City approves $11.25 million deal for 146 acres of open land
Property adjacent to River View Cemetery to be used as a wildlife corridor
SOUTHWEST - Portland's City Council approved an $11.25 million deal May 4 to purchase a 146-acre section of forestland in Southwest Portland to be kept as green space and part of the city's wildlife corridor.
The unanimous vote came even though Commissioner Randy Leonard questioned where the city was getting the money for its share.
Bureau of Environmental Services Director Dean Marriott promised after the vote to provide Leonard with details about his agency's contribution.
The property is an undeveloped section of the River View Cemetery between Southwest Palatine Hill Road, Southwest Macadam Avenue and the Willamette River. It is about half of a 300-acre section of forestland south of the cemetery near Lewis and Clark College.
City officials announced the purchase May 2 at City Hall with representatives from Metro and The Trust for Public Land, which holds the option to buy the property.
'This purchase will protect the forest from development, which would have negative impacts on watershed health,' City Commissioner Dan Saltzman said. 'It will also mark the start of an extensive project to remove invasive vegetation and restore native plants.'
The site will be managed as a natural area by Portland Parks and Recreation, which will work with the community to develop a trail and habitat management plan.
Immediate plans for the site include habitat stabilization with the removal of such invasive species as English ivy, clematis and blackberry and the addition of native plants.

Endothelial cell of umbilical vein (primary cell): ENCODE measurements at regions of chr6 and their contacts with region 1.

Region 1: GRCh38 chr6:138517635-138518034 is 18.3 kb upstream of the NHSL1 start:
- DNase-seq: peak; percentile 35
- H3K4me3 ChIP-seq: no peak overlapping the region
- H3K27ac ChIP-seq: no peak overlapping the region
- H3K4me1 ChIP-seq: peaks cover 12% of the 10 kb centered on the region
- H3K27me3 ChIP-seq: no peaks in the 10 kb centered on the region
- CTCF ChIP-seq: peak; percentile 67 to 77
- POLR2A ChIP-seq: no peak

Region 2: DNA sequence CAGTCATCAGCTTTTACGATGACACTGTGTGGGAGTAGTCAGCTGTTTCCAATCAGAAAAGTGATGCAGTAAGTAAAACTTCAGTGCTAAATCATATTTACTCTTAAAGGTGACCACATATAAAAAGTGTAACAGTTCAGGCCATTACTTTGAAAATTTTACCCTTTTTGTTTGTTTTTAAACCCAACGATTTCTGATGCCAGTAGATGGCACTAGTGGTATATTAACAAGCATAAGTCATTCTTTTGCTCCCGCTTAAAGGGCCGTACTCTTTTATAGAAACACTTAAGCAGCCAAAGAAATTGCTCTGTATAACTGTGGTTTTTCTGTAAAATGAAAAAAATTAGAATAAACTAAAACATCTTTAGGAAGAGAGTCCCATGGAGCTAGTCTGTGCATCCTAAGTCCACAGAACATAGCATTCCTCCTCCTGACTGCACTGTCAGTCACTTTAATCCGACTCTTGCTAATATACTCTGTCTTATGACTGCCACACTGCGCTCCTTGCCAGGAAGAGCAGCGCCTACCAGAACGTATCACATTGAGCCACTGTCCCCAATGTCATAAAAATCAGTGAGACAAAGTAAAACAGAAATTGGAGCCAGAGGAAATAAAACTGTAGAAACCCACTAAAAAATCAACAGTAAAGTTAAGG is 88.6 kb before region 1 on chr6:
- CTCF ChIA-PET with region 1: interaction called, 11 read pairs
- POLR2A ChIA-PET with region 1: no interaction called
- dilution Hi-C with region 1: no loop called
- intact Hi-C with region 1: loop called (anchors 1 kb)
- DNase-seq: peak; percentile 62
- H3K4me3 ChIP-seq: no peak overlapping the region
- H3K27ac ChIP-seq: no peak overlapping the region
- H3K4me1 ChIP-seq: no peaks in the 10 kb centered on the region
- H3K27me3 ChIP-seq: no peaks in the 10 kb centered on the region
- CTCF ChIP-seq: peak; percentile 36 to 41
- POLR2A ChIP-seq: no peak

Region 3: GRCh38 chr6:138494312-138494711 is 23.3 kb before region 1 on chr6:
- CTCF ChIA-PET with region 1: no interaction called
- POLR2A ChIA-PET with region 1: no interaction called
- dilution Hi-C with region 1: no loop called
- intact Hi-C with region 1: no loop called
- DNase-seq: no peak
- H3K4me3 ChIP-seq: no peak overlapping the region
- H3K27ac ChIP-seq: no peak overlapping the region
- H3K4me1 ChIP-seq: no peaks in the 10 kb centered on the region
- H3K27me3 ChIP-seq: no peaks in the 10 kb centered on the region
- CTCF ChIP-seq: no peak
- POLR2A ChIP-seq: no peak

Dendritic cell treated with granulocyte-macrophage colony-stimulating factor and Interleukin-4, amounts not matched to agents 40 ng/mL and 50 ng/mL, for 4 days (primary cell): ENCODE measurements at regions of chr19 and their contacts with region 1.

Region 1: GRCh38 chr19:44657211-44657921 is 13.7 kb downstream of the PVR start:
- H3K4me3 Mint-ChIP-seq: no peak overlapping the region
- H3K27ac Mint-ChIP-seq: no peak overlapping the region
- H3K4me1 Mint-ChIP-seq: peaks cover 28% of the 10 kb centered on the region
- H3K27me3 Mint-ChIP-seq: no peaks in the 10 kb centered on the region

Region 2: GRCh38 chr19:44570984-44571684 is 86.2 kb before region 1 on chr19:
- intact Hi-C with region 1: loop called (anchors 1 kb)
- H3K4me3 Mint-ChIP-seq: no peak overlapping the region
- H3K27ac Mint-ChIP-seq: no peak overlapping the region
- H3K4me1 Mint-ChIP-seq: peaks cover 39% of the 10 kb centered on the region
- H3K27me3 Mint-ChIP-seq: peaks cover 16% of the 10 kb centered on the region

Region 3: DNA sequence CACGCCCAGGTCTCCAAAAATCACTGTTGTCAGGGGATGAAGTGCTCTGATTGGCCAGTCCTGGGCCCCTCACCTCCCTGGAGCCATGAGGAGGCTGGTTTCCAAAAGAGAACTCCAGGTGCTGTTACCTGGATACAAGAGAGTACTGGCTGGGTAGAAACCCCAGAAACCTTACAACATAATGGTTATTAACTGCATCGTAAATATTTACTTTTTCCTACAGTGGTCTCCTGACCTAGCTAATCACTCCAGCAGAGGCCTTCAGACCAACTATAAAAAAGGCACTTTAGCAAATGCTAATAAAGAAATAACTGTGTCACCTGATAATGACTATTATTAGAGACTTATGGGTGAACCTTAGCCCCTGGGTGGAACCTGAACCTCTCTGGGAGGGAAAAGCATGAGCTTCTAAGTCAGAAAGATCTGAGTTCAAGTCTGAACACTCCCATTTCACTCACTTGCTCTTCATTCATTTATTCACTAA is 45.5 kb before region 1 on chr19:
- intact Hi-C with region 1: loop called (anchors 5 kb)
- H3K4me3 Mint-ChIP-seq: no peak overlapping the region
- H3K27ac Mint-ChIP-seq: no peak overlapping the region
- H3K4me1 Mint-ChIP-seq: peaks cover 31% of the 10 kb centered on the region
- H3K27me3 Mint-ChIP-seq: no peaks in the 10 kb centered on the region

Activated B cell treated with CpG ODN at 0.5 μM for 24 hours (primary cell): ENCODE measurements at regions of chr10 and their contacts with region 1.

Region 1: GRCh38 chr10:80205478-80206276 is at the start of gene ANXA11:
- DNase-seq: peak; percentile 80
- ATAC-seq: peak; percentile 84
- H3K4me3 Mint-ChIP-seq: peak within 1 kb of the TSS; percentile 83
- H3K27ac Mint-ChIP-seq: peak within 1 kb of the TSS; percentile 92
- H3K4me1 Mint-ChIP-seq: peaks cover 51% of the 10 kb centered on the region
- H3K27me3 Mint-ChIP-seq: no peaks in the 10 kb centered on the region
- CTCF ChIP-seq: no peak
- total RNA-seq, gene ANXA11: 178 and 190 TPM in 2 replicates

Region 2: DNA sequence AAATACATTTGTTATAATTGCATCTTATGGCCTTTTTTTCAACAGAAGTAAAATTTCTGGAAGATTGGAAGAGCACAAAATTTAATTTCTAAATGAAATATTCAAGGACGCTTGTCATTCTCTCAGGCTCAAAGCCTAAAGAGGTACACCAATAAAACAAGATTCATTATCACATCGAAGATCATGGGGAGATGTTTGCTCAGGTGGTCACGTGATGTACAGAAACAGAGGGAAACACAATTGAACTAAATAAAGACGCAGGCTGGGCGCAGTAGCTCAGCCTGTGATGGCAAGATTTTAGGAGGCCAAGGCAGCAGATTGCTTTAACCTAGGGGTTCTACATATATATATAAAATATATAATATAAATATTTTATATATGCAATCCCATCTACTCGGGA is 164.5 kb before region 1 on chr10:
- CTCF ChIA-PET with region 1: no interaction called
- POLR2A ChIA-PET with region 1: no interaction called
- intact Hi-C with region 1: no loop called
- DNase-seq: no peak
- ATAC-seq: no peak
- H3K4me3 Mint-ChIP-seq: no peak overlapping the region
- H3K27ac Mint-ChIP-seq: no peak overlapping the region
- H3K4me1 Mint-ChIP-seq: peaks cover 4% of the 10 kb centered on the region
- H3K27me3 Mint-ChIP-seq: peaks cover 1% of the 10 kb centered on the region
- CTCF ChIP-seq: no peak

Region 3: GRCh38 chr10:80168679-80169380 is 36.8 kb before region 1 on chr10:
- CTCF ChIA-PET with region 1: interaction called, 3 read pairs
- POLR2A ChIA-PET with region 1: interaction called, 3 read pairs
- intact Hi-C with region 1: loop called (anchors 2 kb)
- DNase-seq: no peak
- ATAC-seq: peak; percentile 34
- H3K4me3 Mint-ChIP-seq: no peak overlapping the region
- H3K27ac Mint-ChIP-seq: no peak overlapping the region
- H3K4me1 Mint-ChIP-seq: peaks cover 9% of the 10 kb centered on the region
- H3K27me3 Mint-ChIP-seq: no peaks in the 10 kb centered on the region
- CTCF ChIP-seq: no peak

'As a key link in the westside wildlife corridor, this property is an extraordinary addition to the region's preserved and connected natural areas,' City Commissioner Nick Fish said. 'Thanks to the River View Cemetery board for their foresight and to the partners who made this acquisition possible. Portland Parks and Recreation is honored to assume the stewardship of this natural treasure for future generations.'
A story by Jonathan Maus of BikePortland.org reported that the property has been the home of a network of unofficial bike trails for years. As they exist today, the trails are only suitable for skilled riders, but bike enthusiasts are already hoping PP and R keeps off-road biking access on the table as part of the trails plan it develops for River View Forest in coming years.
Funds come from grey to green
Under terms of the deal adopted by the council, The Trust for Public Land will exercise its option to buy the land and then sell it to the city for $11.25 million, about $2.75 million under the property's fair market value.
Terms of the deal were set in an April 1 sale agreement. The land is in the city's westside wildlife corridor. It will be preserved as open space to protect wildlife and fish habitat.
Funding for the property purchase includes $6 million from the city of Portland's Bureau of Environmental Services' Grey to Green Initiative, $2.5 million from Portland Parks and Recreation as its local share of Metro's natural areas bond measure, $2 million from Metro for a conservation easement on the property and a $750,000 loan from The Trust for Public Land that could be repaid from a grant.
City officials said there were seven streams flowing through the property to the Willamette River. It also is just north of Tryon Creek State Park on Southwest Terwilliger Road.